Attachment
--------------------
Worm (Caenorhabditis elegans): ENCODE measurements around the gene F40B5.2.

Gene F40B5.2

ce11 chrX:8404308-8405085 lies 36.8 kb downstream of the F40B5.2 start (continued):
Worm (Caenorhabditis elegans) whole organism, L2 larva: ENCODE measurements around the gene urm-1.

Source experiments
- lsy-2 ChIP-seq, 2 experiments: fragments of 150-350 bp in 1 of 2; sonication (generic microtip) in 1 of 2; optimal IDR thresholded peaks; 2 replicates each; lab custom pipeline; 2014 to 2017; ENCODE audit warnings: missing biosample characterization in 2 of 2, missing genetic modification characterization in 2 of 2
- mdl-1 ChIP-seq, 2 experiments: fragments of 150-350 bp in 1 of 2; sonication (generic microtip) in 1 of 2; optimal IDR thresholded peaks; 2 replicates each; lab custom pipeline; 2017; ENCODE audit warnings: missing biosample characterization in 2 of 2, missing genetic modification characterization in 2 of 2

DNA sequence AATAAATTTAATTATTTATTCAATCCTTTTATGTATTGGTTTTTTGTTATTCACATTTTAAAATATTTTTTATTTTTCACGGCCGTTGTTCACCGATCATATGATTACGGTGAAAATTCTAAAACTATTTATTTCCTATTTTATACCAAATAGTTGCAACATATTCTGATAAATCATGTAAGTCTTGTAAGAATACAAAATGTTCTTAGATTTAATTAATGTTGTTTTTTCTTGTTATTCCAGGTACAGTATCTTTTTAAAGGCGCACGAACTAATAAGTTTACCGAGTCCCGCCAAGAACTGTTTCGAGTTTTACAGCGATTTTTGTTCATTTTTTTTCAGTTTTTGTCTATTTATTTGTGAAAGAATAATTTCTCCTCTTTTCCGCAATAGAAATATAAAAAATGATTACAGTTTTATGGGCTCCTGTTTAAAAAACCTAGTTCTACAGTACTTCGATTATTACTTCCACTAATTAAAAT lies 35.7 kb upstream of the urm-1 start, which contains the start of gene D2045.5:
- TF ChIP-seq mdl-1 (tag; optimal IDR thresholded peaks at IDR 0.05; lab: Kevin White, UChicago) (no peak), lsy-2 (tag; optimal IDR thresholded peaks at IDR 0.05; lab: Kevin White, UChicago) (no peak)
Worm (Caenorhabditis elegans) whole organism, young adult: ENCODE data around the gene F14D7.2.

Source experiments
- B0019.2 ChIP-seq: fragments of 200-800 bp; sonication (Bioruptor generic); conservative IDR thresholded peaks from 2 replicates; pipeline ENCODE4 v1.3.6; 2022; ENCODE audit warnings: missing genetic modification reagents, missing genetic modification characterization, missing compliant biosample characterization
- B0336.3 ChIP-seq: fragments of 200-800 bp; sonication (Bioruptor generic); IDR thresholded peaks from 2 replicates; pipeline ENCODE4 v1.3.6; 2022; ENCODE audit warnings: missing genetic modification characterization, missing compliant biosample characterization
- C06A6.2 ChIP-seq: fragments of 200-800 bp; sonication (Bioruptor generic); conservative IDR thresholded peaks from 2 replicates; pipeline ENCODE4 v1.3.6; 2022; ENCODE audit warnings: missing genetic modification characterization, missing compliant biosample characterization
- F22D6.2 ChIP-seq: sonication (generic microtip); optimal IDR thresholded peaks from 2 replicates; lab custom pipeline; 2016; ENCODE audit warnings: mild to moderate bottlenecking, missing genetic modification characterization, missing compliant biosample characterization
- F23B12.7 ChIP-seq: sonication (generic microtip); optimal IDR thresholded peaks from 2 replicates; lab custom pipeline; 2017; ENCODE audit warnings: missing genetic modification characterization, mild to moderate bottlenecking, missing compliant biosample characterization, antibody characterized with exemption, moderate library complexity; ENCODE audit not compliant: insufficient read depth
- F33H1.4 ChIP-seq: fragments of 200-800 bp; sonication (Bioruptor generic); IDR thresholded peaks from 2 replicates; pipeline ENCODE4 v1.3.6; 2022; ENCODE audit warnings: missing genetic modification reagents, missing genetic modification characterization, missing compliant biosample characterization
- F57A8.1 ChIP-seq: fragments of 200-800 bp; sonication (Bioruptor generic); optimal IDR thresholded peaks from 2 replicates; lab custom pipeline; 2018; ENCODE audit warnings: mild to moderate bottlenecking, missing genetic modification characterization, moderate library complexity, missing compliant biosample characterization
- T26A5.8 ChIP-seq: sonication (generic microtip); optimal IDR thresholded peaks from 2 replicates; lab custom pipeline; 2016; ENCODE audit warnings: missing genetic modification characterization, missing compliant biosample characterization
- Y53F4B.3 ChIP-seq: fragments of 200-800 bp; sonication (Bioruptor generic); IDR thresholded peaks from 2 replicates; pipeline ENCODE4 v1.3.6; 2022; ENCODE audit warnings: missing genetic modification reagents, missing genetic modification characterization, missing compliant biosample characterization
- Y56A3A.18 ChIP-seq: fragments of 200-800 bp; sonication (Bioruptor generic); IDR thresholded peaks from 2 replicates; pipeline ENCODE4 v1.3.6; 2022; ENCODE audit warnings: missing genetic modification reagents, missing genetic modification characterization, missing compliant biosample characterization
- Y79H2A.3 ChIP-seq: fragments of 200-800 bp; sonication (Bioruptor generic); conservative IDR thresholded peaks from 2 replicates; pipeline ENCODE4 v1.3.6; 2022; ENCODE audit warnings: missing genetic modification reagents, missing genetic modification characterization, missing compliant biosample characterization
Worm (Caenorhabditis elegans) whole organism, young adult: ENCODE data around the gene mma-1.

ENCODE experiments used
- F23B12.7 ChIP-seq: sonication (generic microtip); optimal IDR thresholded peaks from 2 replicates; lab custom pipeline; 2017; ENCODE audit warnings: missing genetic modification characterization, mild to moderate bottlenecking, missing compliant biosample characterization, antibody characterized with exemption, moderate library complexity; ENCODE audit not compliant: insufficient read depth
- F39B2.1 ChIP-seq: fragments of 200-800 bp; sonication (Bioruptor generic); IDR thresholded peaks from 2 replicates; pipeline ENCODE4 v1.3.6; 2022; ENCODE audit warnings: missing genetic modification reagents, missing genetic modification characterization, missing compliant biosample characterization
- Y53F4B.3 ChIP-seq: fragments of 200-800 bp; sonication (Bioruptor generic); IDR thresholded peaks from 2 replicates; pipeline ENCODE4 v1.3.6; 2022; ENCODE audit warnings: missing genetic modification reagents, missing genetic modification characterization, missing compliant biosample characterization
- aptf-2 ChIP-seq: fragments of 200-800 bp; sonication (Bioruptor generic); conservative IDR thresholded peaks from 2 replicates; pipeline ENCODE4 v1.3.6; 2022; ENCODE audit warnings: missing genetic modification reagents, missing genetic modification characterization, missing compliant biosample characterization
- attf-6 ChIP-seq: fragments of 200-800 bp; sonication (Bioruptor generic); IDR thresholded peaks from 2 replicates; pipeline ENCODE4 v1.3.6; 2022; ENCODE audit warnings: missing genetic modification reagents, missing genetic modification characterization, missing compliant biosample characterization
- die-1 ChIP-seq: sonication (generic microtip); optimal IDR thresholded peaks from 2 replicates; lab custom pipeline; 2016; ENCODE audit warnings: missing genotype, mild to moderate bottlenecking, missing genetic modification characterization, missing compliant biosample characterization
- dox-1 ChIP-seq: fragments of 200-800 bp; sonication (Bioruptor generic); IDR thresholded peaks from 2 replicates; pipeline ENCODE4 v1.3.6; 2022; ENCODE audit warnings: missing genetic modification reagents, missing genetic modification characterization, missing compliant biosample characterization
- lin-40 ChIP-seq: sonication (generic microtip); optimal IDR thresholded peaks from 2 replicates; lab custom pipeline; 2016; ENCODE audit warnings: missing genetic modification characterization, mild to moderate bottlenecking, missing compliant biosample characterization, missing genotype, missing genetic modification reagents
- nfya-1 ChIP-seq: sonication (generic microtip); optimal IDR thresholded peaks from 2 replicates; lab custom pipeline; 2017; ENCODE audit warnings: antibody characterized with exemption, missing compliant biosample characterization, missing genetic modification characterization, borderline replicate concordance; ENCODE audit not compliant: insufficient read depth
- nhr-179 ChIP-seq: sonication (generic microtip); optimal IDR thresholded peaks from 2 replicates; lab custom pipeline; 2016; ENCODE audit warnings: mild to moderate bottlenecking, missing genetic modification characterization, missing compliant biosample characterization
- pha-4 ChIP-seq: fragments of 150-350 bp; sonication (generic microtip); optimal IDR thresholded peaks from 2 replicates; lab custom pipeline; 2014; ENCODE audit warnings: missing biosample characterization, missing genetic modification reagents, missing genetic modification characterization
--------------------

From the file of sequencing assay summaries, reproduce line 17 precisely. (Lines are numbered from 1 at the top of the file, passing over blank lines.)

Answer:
- F33H1.4 ChIP-seq: fragments of 200-800 bp; sonication (Bioruptor generic); IDR thresholded peaks from 2 replicates; pipeline ENCODE4 v1.3.6; 2022; ENCODE audit warnings: missing genetic modification reagents, missing genetic modification characterization, missing compliant biosample characterization